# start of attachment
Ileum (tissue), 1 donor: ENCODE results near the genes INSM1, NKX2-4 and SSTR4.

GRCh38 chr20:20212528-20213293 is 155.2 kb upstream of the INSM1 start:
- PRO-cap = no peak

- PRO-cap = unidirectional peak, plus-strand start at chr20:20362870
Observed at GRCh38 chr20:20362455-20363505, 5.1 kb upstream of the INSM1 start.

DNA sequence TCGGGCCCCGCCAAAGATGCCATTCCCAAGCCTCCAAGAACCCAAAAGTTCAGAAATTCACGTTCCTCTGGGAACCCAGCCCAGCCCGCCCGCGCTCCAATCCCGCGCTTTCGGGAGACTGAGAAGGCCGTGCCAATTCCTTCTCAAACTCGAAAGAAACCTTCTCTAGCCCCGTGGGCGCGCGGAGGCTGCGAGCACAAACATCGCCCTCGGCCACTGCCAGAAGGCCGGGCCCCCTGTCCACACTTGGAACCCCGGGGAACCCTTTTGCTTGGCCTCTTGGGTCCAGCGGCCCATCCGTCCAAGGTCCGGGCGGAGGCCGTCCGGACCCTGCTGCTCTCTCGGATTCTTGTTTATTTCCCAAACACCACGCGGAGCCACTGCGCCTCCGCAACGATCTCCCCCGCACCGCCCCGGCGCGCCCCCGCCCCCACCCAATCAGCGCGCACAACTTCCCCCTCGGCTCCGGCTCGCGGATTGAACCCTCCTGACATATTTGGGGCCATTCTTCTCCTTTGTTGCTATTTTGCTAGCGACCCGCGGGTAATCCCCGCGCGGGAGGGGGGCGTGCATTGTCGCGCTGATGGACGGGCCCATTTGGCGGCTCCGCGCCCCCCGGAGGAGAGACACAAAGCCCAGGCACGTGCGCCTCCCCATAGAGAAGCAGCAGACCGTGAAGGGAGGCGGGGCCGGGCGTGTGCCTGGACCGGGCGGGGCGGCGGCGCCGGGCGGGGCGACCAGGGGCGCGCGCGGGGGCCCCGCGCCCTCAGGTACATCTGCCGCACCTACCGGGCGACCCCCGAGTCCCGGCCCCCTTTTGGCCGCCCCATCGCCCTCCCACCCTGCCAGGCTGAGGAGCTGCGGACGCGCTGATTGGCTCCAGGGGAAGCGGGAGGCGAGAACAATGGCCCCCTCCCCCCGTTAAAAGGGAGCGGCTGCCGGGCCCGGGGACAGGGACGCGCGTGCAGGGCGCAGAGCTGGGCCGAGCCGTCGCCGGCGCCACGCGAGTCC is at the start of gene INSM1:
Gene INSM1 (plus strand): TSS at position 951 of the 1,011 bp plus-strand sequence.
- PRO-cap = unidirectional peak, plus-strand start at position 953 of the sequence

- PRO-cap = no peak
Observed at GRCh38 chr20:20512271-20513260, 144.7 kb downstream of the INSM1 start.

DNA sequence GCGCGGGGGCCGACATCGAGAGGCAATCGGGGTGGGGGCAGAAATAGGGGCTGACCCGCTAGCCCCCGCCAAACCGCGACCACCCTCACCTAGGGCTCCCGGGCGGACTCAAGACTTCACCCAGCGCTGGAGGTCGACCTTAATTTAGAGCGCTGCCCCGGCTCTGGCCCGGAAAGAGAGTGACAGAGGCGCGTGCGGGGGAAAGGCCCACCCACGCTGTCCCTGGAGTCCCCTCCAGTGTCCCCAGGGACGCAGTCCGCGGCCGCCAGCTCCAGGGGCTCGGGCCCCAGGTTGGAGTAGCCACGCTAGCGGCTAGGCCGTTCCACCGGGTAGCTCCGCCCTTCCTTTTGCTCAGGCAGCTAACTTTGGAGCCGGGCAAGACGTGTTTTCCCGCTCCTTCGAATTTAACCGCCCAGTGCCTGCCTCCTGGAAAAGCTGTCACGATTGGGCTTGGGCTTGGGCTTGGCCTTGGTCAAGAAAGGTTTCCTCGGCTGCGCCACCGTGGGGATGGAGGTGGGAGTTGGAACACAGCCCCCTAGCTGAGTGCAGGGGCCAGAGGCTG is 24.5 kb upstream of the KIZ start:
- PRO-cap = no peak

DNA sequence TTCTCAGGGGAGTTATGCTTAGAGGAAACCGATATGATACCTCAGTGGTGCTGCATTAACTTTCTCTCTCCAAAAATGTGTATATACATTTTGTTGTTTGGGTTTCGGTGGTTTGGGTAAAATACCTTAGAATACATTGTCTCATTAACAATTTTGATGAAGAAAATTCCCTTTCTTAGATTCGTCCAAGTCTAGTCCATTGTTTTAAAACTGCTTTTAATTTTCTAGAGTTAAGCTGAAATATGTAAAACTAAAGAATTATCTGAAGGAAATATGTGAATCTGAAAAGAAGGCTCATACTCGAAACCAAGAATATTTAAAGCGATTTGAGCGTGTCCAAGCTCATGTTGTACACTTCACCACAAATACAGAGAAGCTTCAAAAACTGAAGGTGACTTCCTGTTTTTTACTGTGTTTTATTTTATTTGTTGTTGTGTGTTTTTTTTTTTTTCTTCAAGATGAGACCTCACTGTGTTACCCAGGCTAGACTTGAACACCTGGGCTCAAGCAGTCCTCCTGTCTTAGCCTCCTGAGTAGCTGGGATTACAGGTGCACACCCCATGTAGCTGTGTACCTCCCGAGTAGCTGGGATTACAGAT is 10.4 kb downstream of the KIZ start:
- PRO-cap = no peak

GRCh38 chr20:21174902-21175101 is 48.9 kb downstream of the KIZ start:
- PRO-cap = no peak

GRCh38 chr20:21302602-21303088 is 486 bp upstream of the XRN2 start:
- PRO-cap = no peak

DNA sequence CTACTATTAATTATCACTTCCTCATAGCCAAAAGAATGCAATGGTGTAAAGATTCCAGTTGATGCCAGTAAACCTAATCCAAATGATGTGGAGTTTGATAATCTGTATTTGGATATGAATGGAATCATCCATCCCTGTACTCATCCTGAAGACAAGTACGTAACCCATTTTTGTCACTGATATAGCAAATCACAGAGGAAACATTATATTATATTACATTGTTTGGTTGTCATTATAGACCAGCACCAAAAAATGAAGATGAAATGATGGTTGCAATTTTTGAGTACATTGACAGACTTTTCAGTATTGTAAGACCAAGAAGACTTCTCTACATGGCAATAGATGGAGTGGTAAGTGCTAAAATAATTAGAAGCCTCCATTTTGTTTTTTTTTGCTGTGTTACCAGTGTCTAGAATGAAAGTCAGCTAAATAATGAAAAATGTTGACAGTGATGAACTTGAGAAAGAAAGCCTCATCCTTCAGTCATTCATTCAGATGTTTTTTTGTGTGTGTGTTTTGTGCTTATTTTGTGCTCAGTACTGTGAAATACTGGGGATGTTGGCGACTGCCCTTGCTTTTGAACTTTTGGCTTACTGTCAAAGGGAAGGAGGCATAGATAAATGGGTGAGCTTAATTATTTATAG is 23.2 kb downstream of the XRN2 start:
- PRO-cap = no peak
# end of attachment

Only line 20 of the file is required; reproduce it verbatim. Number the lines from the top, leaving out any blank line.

- PRO-cap = no peak